Danish satcom system manufacturer Thrane & Thrane, which was acquired by UK avionics manufacturer Cobham in June, believes that there is massive untapped potential to create data “pipes” to connect thousands of aircraft around the world. These aircraft miss out on the advantages of broadband connectivity, including WiFi in the cabin and operational connections for the crew that can enhance efficiency and safety. Thrane & Thrane also believes that people assume satcom is more expensive than it actually is.
Kim Gram, vice president of Thrane & Thrane’s aeronautics business unit, told AIN, “We are seeing a 15- to 20-percent growth in the business aviation market. We don’t know exactly who they go to, but we see the channels growing year-on-year. We’re putting a lot of effort into making [the equipment] lighter and more versatile, combining WiFi, for example.”
Thrane & Thrane’s analysis of the market has highlighted that there is still “a significant number of aircraft that are not connected,” in stark contrast to other sectors. “Our main theme is to get more out there with IP [Internet protocol] pipes. It’s an unstable situation [in aviation]; ships and other vehicles are all connected now.” Gram said the technology is more accessible than ever and, although there is pressure on prices, “it’s a matter of educating people that it’s not very expensive. The reality is that satcom is less expensive than international roaming. You can make a phone call for $1 to $1.50 a minute and data is about $5 to $6 per megabyte.”
Gram continued, “You see a recovering bizav market, and alongside increased production rates there are lots of older aircraft that are not connected. It’s a huge territory for providing connectivity. A lot of people can’t work up there. You’re talking about 18,000 to 20,000 aircraft [ranging from airliners] down to small business aircraft, and only a fraction are connected.”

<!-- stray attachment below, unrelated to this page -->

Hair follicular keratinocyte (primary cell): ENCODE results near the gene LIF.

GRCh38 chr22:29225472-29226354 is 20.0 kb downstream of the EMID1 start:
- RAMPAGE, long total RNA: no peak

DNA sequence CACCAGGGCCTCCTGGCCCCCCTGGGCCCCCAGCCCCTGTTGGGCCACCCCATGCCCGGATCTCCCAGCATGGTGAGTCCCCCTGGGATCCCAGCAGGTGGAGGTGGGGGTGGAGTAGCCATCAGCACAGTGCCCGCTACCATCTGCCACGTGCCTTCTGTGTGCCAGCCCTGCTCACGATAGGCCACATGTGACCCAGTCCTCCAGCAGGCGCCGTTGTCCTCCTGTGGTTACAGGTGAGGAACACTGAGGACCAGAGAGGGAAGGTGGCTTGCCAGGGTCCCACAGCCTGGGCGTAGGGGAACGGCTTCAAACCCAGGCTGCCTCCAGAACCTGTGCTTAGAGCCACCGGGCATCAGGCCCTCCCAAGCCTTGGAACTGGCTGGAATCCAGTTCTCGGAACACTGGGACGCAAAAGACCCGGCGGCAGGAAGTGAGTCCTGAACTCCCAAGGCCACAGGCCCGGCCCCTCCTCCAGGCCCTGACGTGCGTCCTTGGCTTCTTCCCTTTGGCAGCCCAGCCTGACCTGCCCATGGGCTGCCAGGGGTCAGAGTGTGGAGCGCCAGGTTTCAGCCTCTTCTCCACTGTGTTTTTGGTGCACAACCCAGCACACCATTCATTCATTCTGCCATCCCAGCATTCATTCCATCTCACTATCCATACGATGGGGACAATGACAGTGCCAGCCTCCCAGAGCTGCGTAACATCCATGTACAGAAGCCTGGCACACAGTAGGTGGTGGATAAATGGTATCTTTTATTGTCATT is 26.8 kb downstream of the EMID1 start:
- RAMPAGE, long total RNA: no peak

Thrane & Thrane has supplemental type certificates permitting its equipment to be fitted to most business aircraft, “from King Airs and Pilatuses up to BBJs or 737s or bigger,” said Gram. The product range includes the Aviator 200, 300, 350 and the latest model, the Aviator 700D. “We are not going to stop people on bigger aircraft having the smaller systems, or vice versa,” he continued, inferring that it was more about the capability required by the user rather than the size of their aircraft. “For example, we sold an Aviator 200 for a 737 and we have one on a 777, too. We have sold 700Ds for militarized King Air C-12s. The Aviator 200 comfortably serves four to five [people] on an aircraft using e-mail and phone.”
Gram explained that Thrane & Thrane is constantly reviewing its product range so that it can expand and improve. “We just introduced the 700D in January and we’re selling that in good numbers. We are implementing multi-voice service, so, for example, the pilot doesn’t have to hang up to let a conference call happen in the cabin.” This is done on a single voice channel unit by using the modem data channel for voice-over-Internet-protocol calling, which gives additional voice channels albeit at a slightly lower quality. “Early next year we are going to be introducing this, and this is a tangible advance,” said Gram.
Cobham’s purchase of Thrane & Thrane comes 11 years after the UK company’s acquisition of Cape Town-based Omniplex, which Thrane & Thrane has used as an antenna supplier for even longer. Gram said the two sister companies can work even more closely on development. Meanwhile, having Cobham as a parent means that the companies will be able to ramp up production to meet demand. “It’s important to say to the industry that Cobham and the Cape Town facility will enable us to push more product into the market quicker,” Gram told AIN.
The next major theme in satcom technology will be data segregation, which is essentially the creation of a secure data environment, Gram explained. “You’ll see a whole suite of products coming out that will support [this]. Manufacturers and operators are discussing this with us, so that all computer devices on an aircraft will become connected to the grid. Cobham has invested heavily in modems [and equipment] that can handle that data segregation.”